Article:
Honestly, when my Asian friend first told me she had lost friends after they met her husband, I thought it was because he was a large person. It never occurred to me that they would lose friends because theirs is a mixed race marriage. It didn’t bother me that he was a very imposing figure, by the way. He reminded me of my oldest brother, also a large person, whom many of my friends in high school found intimidating. Now I can see that what I thought was a  bit silly, but my point is that I interpreted the experience through the lens of what I had known. Not knowing racism, that hadn’t even occurred to me as an explanation. If you have experienced racism, you will have a tendency to see every situation in those terms. But if you haven’t, race just may not play into your thinking at all. So what I would like to be able to tell my friend (and also a certain family member) is that race is really not an issue for many of us white people. We don’t think about it as much as you assume we do. Sometimes you need to look for other explanations.

So I still don’t really know how to deal with the playground situation other than to say we will be friends with both and hope that if they have to come into contact they will each find the other is not so bad (though as far as I know the white family has no problem with the other or no idea there is a problem). But if anyone has any advice on how to deal with the situation. I’d love some input.

Nebby

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3 responses to this post.

  1. Thought-provoking post. Thank you. I don’t think I have advice to give other than what you will have already thought about. BTW, if the white family did end up having problems with the mixed-race family, on the basis of their race, I would have serious issues with them but I am like you, I have had lots of rebuffs making new friends and frankly I have rebuffed others and I’m sure they had no more idea why this was happening to them than I did for me – and it wasn’t for race either. There are lots of reasons people don’t get on and it’s not always obvious why. And sometimes it’s due to false assumptions or incorrect info. which is unfortunate and I know this because sometimes I’ve had to keep meeting people I didn’t warm to and then found they were different than I thought and I’m sure this has happened the other way around too. Brave choice of subjects. Well done 🙂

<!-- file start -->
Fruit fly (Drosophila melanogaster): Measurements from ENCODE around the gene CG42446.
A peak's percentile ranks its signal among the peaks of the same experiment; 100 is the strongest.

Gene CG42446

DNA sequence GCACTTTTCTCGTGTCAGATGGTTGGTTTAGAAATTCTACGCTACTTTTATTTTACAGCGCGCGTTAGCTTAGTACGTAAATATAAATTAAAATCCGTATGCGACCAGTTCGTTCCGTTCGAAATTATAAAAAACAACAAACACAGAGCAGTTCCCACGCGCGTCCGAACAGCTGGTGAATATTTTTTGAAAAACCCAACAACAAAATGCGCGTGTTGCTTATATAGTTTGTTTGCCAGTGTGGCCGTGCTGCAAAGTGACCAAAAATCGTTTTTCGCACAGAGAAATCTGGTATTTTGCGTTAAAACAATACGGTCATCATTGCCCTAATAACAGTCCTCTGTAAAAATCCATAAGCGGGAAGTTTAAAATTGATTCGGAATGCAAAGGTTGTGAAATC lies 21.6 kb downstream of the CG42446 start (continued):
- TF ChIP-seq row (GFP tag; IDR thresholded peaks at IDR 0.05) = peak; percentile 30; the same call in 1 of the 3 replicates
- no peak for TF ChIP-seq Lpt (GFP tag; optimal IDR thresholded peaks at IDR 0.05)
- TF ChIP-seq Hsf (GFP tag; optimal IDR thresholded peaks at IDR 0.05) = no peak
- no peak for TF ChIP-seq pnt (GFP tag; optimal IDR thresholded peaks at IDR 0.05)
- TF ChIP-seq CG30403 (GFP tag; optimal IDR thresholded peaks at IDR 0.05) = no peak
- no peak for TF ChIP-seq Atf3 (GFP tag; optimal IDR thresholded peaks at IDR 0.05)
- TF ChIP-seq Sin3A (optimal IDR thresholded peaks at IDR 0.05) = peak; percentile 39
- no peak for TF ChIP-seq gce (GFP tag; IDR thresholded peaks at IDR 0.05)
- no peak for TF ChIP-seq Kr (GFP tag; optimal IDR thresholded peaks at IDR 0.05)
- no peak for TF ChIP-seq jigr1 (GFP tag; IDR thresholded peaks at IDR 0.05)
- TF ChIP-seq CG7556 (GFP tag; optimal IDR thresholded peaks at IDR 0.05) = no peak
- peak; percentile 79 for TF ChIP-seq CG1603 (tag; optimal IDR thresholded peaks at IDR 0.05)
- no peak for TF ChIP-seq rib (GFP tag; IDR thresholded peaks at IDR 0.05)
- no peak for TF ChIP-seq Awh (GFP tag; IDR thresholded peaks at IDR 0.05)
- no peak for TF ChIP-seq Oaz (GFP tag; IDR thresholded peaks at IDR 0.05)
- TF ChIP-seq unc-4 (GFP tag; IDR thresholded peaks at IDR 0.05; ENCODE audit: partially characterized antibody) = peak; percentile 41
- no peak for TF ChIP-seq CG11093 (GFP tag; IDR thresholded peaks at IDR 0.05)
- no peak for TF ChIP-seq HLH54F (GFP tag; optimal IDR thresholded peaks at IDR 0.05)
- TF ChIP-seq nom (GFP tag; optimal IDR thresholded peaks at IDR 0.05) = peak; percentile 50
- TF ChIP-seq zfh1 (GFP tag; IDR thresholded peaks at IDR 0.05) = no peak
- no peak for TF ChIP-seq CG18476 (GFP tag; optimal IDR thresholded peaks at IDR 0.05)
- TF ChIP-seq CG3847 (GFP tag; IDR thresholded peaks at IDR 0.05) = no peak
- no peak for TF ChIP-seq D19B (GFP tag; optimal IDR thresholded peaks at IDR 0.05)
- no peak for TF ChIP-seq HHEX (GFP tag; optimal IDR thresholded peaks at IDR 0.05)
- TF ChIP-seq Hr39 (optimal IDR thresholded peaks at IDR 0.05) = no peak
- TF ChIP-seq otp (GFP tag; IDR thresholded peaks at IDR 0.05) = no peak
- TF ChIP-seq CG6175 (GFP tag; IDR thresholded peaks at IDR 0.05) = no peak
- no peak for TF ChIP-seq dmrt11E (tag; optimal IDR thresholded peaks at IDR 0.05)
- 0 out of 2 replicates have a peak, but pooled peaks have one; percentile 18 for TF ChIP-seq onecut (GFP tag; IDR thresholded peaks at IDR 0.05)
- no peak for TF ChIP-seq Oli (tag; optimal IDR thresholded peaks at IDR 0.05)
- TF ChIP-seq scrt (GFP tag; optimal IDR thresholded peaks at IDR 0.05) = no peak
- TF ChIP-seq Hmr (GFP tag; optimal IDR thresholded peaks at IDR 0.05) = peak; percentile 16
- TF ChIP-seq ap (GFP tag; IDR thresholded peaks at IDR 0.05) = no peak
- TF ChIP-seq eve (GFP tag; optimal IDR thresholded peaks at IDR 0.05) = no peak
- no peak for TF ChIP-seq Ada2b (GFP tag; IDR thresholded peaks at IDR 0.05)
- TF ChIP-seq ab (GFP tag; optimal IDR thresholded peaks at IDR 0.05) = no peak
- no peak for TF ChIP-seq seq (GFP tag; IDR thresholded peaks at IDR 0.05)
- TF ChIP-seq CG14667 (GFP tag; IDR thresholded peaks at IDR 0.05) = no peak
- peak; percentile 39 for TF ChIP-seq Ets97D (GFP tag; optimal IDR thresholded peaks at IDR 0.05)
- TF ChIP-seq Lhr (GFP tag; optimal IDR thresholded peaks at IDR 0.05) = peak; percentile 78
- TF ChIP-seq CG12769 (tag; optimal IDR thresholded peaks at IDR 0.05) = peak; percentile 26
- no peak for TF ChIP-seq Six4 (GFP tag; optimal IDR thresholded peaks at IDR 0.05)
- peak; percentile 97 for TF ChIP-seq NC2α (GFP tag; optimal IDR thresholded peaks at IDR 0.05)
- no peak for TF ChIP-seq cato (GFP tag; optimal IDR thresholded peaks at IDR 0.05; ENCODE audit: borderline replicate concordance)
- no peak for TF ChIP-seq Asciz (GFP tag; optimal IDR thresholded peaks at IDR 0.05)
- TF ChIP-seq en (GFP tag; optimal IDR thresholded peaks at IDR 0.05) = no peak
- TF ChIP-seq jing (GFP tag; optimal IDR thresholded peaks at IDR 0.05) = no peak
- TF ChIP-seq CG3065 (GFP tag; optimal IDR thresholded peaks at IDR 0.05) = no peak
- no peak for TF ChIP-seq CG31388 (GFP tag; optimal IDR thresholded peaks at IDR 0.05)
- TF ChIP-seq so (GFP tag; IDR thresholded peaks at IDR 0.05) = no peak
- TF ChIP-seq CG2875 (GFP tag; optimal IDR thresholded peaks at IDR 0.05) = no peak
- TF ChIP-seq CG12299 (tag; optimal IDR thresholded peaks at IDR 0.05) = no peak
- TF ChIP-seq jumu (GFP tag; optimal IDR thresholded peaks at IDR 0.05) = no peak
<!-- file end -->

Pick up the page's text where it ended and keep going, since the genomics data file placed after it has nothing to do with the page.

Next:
Reply

  2. No advice from me either, but I don’t eny the situation. I am also one who coesn’t give much thought to ones race but I think you are doing the right thing to show friendship to both, and most improtantly that ypur children see you being unpredjuduced. Long time, no comments here. Ihope you and your family are all doing well health wise. How is the head ache boy? the diabetes?

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  3. Thank you both for your comments. They are very encouraging. I suppose it is possible there is real racism involved but if it is at the level of “my kids can’t even play with your Asian (or mixed race but I am not sure if thye know this; the kids just look Asian) kids” then I would think it would slip out in conversation sometime like there would be negative comments to me about why I let my kids play with them. So without further evidence, I choose to believe that my friend is not racist.

    Ruby– thanks for asking about the health issues. Diabetes, as you know, is constant. No better, no worse. Just a lot of work. Overall her numbers are decent and we haven;’t had any serious situation in quite a while.

    My son with the headaches is doing a lot better. After almost 2 full years of having a headache, he has now been headache free for 6 weeks straight. What seems to work for him is a combination of homeopathic medicine and acupuncture. We are trying now to stretch out the acupuncture appointments. He has been going about every 3 weeks to maintain the lack of headache.

    We have also been working on my youngest’s eczema. She had been doing okay just avoiding wheat and dairy but summer’s have always been tough on her and we have found we need to eliminate soy too.

    Nebby

    Reply